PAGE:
Changes are on the horizon for Special Collections’ Technical Services Divisions - specifically the Rare Book Cataloging and Manuscripts Units. A few recent posts have referred to our imminent move to SUL’s Redwood City (RWC) location, so here finally is some information about this event. The Rare Book Cataloging Unit is the first to move and is being relocated over the Labor Day weekend; the Manuscripts Technical Services Unit will move there around the end of October.
In addition to relocating the Manuscripts Division of Special Collections to SUL’s Redwood City (RWC) Location in October, the division is moving ahead with a recently funded Educational collections project.
This two-year project will prioritize processing for collections that contain or focus on the history of education. Those identified at this point are the records of EdSource (educational policy and legislation), and the Amado Padilla papers (faculty in the Department of Education at SU), and the Ruth Asawa papers (San Francisco School of the Arts – SOTA).
Forensic/Born-Digital Lab help professor recovering files created 20 years ago using WordPerfect and stored in 5.25 floppy disks
Professor Donald Emmerson from the Freeman Spogli Institute for International Studies found seven 5.25 floppy disks containing files created using WordPerfect 5.1 under MS DOS 3.3 in 1992 and 1993. Dave Sare at the Institute posted " Professor needs to convert old files SOLUTION" in the expert partners mailing list and thereafter we are connected.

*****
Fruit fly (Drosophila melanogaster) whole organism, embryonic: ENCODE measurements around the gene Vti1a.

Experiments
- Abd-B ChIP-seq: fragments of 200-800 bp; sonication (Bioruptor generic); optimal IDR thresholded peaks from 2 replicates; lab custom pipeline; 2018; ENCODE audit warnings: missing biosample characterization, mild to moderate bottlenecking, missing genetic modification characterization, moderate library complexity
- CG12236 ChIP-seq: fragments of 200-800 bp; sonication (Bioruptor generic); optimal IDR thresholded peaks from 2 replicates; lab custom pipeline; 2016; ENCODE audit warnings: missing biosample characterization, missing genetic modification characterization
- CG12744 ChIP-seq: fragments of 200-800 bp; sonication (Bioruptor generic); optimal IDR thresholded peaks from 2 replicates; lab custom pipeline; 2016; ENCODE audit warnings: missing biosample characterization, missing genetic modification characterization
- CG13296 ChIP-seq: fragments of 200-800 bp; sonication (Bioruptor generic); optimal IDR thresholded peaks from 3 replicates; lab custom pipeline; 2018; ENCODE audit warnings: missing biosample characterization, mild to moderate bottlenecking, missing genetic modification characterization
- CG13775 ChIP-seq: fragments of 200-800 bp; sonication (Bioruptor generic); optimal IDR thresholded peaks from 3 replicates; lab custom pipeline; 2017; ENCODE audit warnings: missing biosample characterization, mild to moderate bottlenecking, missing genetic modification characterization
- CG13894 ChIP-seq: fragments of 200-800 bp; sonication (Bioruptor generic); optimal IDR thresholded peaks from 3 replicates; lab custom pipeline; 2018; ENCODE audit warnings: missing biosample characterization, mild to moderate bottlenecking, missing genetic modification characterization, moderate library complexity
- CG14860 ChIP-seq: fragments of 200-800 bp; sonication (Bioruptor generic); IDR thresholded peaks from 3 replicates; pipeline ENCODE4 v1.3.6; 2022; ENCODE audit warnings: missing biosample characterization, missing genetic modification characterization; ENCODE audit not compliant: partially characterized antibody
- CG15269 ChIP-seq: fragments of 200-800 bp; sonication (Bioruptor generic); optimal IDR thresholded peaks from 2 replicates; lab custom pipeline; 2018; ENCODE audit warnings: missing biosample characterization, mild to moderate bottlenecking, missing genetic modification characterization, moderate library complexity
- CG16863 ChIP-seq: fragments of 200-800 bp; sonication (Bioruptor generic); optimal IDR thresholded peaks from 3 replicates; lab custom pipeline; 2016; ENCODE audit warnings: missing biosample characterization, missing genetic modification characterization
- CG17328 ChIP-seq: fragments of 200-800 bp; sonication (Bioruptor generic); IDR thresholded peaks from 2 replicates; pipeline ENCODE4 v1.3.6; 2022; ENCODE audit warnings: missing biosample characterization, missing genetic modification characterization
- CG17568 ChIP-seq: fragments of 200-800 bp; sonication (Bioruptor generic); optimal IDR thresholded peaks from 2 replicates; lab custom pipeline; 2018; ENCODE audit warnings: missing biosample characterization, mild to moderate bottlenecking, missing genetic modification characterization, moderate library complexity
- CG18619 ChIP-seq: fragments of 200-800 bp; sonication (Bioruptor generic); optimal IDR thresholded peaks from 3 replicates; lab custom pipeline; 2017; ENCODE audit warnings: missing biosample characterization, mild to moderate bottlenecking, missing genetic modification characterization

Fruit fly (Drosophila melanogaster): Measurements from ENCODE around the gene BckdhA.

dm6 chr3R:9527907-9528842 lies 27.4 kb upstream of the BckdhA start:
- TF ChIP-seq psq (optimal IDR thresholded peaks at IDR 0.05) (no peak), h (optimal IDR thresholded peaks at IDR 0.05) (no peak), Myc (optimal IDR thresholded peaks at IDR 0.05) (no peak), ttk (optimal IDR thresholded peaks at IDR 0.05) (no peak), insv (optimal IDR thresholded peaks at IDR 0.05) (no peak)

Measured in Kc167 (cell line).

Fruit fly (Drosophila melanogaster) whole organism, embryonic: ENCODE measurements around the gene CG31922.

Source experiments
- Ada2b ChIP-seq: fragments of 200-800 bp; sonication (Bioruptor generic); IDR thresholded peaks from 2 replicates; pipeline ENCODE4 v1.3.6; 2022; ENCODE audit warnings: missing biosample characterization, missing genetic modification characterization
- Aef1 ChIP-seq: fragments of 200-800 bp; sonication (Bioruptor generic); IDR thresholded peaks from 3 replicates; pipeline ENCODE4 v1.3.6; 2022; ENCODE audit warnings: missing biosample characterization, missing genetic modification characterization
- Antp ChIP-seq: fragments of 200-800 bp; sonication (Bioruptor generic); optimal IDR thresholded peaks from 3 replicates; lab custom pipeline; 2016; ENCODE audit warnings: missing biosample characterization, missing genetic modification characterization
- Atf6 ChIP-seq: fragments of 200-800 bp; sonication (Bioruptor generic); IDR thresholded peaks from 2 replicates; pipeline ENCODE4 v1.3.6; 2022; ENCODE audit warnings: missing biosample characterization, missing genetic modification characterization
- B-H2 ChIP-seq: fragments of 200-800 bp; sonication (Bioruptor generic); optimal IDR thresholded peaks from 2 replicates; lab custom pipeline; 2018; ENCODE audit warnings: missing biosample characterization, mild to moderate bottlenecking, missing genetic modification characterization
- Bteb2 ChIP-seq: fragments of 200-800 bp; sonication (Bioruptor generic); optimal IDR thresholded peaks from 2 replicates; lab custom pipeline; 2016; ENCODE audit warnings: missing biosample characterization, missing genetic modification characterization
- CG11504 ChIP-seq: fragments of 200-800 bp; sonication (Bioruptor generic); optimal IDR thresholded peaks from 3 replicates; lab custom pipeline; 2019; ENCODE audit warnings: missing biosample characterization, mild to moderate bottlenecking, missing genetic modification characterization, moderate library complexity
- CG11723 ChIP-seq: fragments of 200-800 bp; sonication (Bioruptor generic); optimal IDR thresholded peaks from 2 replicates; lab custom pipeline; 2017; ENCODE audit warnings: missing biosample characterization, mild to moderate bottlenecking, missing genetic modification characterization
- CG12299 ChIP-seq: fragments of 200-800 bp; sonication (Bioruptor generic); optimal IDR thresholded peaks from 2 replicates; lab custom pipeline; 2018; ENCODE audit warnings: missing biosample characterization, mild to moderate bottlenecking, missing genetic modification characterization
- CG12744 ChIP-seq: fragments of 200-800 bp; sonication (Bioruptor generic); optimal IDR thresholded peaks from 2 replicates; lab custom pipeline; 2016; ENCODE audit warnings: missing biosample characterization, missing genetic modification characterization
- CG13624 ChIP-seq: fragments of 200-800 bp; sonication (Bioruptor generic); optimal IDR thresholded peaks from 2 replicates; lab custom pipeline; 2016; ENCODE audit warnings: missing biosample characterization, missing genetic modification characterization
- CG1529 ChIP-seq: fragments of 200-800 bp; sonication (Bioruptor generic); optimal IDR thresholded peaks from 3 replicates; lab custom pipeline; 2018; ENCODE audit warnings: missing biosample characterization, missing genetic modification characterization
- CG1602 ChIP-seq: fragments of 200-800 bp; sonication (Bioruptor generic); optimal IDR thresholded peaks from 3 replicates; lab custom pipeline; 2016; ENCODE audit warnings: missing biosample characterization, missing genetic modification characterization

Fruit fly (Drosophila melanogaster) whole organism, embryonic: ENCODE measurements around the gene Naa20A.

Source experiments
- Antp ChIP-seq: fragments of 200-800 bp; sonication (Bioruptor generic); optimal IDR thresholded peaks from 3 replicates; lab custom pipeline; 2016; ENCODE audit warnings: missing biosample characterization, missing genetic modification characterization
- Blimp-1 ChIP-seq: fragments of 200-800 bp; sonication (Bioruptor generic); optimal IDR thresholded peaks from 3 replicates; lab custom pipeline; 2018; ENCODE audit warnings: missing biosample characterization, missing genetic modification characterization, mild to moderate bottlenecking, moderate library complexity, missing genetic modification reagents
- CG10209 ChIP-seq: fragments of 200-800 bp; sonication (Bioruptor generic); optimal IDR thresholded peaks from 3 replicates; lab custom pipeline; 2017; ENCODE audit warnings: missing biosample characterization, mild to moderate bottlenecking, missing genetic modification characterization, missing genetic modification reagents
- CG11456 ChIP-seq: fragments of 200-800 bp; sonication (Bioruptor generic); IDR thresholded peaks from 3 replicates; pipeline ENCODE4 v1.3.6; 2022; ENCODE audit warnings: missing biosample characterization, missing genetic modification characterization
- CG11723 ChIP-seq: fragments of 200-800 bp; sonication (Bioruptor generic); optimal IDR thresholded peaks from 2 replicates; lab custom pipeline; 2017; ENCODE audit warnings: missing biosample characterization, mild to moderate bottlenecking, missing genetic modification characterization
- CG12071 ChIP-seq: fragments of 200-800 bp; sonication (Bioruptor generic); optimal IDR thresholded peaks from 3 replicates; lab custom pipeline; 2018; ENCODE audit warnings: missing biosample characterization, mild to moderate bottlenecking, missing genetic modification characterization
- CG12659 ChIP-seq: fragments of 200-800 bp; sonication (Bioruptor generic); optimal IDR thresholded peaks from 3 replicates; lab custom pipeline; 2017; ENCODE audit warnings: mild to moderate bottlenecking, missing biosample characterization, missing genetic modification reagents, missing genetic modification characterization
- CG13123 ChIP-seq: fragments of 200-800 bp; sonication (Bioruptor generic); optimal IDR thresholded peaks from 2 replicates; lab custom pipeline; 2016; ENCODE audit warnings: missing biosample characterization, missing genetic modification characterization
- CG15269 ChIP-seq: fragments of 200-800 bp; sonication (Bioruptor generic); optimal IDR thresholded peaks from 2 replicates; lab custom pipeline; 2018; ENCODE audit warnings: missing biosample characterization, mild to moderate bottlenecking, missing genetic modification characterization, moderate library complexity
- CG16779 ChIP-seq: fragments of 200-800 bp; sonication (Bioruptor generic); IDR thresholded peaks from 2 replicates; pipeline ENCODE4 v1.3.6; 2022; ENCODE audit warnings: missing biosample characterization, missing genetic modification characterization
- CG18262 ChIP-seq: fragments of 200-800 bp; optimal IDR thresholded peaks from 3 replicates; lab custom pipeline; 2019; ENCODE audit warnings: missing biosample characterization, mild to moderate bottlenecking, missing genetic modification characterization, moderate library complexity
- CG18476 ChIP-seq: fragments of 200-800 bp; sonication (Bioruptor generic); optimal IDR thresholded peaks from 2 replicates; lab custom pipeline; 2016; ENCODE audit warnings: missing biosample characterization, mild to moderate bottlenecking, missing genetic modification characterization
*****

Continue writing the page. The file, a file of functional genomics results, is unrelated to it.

As quiet as she was, Jazmin's presence was all over the Lane Reading Room. She spent most mornings processing incoming new books for one of most popular sections of Green Library: Current Fiction. For the late morning hours Jazmin worked on organizing the collection of Stanford alumna Gloria Velasquez. The boxes contained photos, correspondence and other memorabilia from the Chicana writer's life in her native Colorado to her student years on campus and a successful career author of young adult novels. Everardo Rodriguez showed her how to create a preliminary listing to the collection that can easily be converted into a finding aid.
It is with a heavy heart that I introduce the fourth and final post by our Stanford University Libraries 1st-generation intern Abraham Tewolde, whose time with us here at the Archive of Recorded Sound comes to an end this Friday, August 16th. Working with Abraham this summer has been a real joy. The diligence, aptitude, and speed Abraham has demonstrated during his work here has been nothing short of remarkable, and witnessing the enthusiasm he has shown as he has learnt about the history of recorded sound, library research methods, and archival practice has been a true pleasure.
Thanks must go to Felicia Smith and Chris Bourg for devising and coordinating the excellent 1st-generation intern program here at Stanford Libraries. Thanks also goes to Benjamin Bates, Interim Operations Manger at the Archive of Recorded Sound, for his supervision of Abraham's daily tasks and help coordinating his schedule over the past few months.
All the staff here at the Archive would like to wish Abraham well as he starts college here at Stanford in the fall, and thank him for all of his hard work. We look forward to hopefully seeing more of him in the Archive in the near future.